Russian Foreign Minister Sergey Lavrov, in Turkey, calls Ukrainian president ‘unhinged’ 

June 8, 2022

Minister, friend, ladies and gentlemen,

I would like to once again thank our Turkish friends and hosts for their hospitality and a productive meeting. This is the third ministerial meeting this year. Before that, we met in Antalya, then in Moscow and now in Ankara.

The relationship between our countries is a mature partnership based on pragmatism, respect and consideration for each other's interests and the principle of neighbourliness. The presidents set the tone of our relations. They communicate regularly. Due to pandemic-related restrictions, communication has been limited to telephone conversations. This year alone, they have talked nine times and discussed a variety of pressing bilateral and international political issues.

Today, we discussed the schedule of upcoming contacts at various levels between the governments of our countries and in other formats. We talked about preparations for the next highest-level meeting within the 9th meeting of the High-Level Cooperation Council. We discussed developments in trade, the economy and investment. Trade doubled to almost $14 billion in the first quarter. We have good prospects for transitioning to national currencies for mutual settlements. This process is at an advanced stage. We are also discussing the use of the Russian Mir payment card in Turkey, which will help rebuild tourist flows to pre-pandemic levels. The record high was almost 7 million tourists. That figure went down to 4 million in 2021. It continues to grow.

As is customary, we prioritise cooperation in the energy sector. The construction of the first Turkish nuclear power plant Akkuyu is on schedule, and our Turkish Stream gas pipeline-related cooperation is going strong. These actions are being implemented as agreed by the presidents and are on schedule.

As for international issues, we discussed Ukraine. We again emphasised the problems that emerged right on our borders every year, as well as threats to our security created by outside players that are located far from this region. We discussed the progress of our special military operation that is being carried out according to plan and is achieving its goals. We explained that in the process we are trying to minimise any harm to civilians and members of the armed forces of the Russian Federation and the Donetsk and Lugansk People’s Republics.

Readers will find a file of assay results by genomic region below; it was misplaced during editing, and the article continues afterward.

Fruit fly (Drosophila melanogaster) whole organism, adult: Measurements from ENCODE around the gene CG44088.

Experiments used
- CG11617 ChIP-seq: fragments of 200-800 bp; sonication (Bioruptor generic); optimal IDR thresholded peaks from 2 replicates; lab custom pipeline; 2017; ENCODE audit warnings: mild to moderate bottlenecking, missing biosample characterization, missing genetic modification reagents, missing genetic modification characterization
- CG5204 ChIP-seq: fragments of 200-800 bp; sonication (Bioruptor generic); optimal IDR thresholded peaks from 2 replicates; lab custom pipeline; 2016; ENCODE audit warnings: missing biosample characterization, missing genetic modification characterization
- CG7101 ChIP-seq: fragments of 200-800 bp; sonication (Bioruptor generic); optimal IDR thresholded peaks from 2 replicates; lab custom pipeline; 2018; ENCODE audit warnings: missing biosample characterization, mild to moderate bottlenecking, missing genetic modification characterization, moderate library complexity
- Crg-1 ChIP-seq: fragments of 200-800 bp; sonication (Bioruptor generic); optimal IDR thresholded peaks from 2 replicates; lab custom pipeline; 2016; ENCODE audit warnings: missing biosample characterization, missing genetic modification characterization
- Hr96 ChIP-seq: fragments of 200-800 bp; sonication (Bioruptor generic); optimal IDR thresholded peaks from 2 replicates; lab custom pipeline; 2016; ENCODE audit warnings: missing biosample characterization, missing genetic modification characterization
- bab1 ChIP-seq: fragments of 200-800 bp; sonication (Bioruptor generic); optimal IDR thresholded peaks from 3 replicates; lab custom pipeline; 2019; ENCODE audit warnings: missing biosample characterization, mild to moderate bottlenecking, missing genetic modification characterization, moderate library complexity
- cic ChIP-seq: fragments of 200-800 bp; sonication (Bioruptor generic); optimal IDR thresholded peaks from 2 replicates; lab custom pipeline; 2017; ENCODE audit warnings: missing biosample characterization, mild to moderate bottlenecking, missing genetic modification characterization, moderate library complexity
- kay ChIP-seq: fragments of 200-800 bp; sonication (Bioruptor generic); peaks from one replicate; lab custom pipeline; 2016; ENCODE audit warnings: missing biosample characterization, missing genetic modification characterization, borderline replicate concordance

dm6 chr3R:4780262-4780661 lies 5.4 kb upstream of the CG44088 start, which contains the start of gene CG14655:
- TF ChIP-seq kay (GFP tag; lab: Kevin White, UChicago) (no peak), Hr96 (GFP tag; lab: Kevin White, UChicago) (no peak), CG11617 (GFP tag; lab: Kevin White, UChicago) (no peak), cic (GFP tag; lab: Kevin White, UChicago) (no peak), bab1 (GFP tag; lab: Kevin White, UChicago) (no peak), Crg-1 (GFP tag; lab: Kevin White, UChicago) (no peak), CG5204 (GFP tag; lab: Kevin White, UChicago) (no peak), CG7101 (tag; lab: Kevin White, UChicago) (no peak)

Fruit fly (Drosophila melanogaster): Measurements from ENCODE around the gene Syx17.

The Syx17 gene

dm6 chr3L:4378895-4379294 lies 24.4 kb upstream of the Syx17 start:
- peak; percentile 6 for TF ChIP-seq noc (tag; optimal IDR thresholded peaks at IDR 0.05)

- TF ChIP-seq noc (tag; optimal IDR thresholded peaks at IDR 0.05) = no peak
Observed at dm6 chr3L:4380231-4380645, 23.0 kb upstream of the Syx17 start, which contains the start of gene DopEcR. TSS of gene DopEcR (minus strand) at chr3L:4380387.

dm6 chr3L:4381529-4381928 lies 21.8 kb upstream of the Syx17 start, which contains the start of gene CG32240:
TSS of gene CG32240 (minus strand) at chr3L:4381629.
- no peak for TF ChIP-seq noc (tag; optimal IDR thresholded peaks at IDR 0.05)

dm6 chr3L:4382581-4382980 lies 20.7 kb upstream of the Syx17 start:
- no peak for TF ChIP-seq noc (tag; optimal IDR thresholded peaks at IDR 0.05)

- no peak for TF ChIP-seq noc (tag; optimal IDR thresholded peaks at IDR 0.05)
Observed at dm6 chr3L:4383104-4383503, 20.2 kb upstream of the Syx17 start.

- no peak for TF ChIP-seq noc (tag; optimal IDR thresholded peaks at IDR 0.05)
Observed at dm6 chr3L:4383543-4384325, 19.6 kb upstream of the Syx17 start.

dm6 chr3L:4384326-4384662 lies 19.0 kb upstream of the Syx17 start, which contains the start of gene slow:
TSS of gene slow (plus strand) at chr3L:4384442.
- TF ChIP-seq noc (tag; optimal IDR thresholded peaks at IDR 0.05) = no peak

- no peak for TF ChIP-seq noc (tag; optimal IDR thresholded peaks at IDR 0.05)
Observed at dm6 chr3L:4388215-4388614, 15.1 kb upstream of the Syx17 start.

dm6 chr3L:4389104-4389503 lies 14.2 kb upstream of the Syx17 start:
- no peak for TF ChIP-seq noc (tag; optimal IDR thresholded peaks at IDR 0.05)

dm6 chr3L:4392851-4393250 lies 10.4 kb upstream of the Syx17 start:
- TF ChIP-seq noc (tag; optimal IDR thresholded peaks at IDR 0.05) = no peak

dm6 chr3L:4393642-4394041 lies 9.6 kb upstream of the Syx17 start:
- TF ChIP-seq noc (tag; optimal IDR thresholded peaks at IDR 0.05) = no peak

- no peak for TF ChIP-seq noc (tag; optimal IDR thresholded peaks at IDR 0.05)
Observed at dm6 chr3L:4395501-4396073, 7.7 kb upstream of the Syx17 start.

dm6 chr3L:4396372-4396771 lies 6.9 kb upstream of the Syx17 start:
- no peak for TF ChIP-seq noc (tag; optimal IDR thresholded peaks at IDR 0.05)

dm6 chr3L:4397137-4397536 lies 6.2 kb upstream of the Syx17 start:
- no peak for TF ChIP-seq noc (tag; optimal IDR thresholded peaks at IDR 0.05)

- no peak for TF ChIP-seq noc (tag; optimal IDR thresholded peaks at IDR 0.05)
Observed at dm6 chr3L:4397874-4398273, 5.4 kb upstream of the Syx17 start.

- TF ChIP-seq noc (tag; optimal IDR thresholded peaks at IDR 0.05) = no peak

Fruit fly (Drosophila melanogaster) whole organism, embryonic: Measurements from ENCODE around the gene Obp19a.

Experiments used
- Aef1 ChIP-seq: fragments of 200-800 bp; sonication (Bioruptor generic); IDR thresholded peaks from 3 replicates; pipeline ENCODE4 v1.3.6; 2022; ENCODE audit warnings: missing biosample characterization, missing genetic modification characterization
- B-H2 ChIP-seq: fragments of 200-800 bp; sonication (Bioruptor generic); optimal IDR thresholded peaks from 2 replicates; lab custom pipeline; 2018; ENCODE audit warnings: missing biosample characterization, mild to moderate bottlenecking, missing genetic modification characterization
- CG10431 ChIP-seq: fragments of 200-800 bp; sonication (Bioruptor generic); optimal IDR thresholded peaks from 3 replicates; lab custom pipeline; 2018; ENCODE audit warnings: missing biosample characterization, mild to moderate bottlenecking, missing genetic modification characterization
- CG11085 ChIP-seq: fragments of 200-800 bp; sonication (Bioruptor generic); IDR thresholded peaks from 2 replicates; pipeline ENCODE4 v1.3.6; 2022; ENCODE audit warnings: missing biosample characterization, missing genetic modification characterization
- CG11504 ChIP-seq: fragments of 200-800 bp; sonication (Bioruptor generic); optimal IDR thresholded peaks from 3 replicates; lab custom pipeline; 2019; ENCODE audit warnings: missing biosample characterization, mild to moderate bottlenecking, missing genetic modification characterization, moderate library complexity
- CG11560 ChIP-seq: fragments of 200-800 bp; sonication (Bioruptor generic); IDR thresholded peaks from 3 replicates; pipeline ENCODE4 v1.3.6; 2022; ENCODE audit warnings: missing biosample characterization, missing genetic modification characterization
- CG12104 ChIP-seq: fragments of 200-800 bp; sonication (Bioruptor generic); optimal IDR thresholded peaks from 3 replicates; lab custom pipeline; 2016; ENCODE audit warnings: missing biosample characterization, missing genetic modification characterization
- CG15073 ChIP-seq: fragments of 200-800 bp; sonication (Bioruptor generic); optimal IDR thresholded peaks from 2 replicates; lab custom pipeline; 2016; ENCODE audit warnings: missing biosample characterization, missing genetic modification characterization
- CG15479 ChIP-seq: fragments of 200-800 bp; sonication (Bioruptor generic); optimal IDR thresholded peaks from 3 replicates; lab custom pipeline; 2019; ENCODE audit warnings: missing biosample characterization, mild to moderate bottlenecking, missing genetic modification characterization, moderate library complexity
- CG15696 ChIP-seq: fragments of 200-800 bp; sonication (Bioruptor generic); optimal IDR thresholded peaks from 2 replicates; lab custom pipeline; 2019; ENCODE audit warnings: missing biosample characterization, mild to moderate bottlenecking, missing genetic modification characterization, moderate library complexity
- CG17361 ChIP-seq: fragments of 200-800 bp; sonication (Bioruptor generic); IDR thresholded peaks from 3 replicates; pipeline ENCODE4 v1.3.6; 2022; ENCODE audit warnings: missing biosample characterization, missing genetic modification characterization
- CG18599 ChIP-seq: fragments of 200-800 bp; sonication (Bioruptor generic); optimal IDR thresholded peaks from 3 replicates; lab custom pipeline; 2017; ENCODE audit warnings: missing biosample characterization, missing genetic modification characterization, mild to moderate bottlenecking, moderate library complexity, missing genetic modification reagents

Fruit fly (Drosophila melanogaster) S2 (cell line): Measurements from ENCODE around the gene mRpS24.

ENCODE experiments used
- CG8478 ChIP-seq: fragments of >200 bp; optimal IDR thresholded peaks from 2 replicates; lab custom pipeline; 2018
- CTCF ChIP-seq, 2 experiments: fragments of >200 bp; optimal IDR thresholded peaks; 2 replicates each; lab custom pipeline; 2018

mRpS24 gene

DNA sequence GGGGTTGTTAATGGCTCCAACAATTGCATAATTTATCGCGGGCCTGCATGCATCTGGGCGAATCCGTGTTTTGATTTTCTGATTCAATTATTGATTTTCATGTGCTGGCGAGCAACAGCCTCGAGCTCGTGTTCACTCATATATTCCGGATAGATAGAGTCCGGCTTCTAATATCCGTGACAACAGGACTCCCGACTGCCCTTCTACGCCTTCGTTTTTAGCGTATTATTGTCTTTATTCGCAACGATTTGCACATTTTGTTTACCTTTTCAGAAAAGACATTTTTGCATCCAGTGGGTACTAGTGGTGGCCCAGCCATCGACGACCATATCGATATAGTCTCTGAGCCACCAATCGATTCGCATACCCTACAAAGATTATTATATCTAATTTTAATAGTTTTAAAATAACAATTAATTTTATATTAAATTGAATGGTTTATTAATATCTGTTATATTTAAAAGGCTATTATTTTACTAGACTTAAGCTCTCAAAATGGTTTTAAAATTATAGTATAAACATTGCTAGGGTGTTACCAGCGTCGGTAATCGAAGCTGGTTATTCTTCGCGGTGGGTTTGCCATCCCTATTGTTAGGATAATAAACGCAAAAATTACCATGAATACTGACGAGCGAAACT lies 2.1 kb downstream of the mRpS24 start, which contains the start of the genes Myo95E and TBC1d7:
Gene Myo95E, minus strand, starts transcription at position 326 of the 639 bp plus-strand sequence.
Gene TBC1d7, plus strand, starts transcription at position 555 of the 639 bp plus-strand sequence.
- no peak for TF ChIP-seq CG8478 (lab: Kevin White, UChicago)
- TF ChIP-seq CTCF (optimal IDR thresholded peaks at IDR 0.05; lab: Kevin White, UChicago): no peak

We devoted considerable attention to the problem of shipping out Ukrainian grain. Our Western colleagues and Ukrainians themselves are trying to present the problem as a global disaster. The share of Ukrainian grain that is at stake is less than one percent of the global production of wheat and other cereals. The current situation with Ukrainian grain has nothing to do with a food crisis. President Vladimir Putin spoke about this in detail in a special interview on June 3, 2022. All the facts were laid out for all to hear (of course, for those who wanted to listen). We appreciate the efforts of our Turkish friends that are looking for ways out of the deadlock, shipping out grain from Ukrainian ports and allowing foreign ships to leave these ports (there are dozens of them there). They are basically being held hostage right now. We fully understand this interest. We recalled today that for over a month, our Navy, the Black Sea Fleet has been opening humanitarian corridors from Ukraine’s territorial waters to the Bosporus. All ships wishing to leave these waters can use these corridors and head for their homeports or transshipment points.  Until recently, the Ukrainian authorities, including President Vladimir Zelensky, publicly stated their unwillingness to demine these territorial waters in order to start this process. Literally, a couple of days ago I heard Vladimir Zelensky ask for anti-ship weapons. We will resolve everything ourselves, he said. It is clear how unhinged this statement is. Now our Turkish friends are telling us that the Ukrainians are ready either to demine ports or ensure the passage of ships through the minefields. Let’s hope this problem will be resolved. Our military officials are discussing the details of these efforts with our Turkish friends. We have never created any obstacles to resolving this problem that is not a big one. If the Kiev authorities are ready, we will only be happy to cooperate. I would like to thank our Turkish friends once again for their attention to this problem that our Western colleagues are obviously trying to preserve as a constant irritant. The sooner we resolve it, the better for all. 

(Partial transcript)